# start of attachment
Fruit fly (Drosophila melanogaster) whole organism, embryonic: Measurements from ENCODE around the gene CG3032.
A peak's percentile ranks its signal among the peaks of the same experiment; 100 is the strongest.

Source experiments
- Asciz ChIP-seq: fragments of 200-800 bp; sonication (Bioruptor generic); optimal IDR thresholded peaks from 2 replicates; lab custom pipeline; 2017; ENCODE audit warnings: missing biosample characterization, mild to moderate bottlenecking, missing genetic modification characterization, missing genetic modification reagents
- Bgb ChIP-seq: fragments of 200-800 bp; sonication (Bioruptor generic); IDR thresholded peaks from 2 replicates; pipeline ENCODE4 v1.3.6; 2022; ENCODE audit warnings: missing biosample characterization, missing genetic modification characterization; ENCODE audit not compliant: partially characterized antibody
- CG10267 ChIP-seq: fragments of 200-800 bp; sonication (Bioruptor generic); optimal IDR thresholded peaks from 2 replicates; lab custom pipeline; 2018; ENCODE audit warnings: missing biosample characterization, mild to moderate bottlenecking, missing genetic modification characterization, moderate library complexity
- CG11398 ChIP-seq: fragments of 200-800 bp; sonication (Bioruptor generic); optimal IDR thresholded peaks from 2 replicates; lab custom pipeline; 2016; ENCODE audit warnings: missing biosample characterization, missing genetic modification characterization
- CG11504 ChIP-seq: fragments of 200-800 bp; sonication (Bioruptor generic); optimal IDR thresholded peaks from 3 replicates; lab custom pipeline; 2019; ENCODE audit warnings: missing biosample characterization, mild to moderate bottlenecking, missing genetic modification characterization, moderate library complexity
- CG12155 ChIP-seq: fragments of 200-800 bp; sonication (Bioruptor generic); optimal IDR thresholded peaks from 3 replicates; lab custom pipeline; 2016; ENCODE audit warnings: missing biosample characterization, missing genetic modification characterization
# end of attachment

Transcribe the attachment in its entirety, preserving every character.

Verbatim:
Fruit fly (Drosophila melanogaster) whole organism, embryonic: Measurements from ENCODE around the gene CG3032.
A peak's percentile ranks its signal among the peaks of the same experiment; 100 is the strongest.

Source experiments
- Asciz ChIP-seq: fragments of 200-800 bp; sonication (Bioruptor generic); optimal IDR thresholded peaks from 2 replicates; lab custom pipeline; 2017; ENCODE audit warnings: missing biosample characterization, mild to moderate bottlenecking, missing genetic modification characterization, missing genetic modification reagents
- Bgb ChIP-seq: fragments of 200-800 bp; sonication (Bioruptor generic); IDR thresholded peaks from 2 replicates; pipeline ENCODE4 v1.3.6; 2022; ENCODE audit warnings: missing biosample characterization, missing genetic modification characterization; ENCODE audit not compliant: partially characterized antibody
- CG10267 ChIP-seq: fragments of 200-800 bp; sonication (Bioruptor generic); optimal IDR thresholded peaks from 2 replicates; lab custom pipeline; 2018; ENCODE audit warnings: missing biosample characterization, mild to moderate bottlenecking, missing genetic modification characterization, moderate library complexity
- CG11398 ChIP-seq: fragments of 200-800 bp; sonication (Bioruptor generic); optimal IDR thresholded peaks from 2 replicates; lab custom pipeline; 2016; ENCODE audit warnings: missing biosample characterization, missing genetic modification characterization
- CG11504 ChIP-seq: fragments of 200-800 bp; sonication (Bioruptor generic); optimal IDR thresholded peaks from 3 replicates; lab custom pipeline; 2019; ENCODE audit warnings: missing biosample characterization, mild to moderate bottlenecking, missing genetic modification characterization, moderate library complexity
- CG12155 ChIP-seq: fragments of 200-800 bp; sonication (Bioruptor generic); optimal IDR thresholded peaks from 3 replicates; lab custom pipeline; 2016; ENCODE audit warnings: missing biosample characterization, missing genetic modification characterization